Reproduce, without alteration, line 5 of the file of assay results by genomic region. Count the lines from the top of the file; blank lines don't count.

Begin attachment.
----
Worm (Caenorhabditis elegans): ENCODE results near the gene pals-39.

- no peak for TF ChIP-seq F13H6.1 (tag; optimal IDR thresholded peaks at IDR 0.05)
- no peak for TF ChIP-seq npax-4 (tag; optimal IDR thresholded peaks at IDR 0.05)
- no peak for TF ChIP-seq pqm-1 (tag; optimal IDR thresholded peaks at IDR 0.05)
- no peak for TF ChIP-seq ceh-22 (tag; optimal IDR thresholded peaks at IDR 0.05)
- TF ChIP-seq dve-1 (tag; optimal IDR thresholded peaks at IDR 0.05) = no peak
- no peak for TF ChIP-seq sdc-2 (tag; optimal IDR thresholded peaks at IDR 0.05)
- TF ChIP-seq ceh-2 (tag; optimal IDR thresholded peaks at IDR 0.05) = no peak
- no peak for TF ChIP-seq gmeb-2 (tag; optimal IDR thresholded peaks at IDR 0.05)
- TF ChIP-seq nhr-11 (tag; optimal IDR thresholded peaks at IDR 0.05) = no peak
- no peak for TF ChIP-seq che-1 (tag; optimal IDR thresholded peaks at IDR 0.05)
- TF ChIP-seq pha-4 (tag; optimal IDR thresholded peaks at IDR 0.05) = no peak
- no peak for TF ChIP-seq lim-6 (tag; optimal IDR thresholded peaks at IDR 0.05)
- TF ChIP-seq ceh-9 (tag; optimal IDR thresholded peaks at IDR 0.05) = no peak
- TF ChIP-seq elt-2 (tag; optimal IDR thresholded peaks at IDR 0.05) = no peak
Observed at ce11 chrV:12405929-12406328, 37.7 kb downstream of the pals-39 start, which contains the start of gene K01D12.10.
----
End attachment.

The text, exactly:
- no peak for TF ChIP-seq ceh-22 (tag; optimal IDR thresholded peaks at IDR 0.05)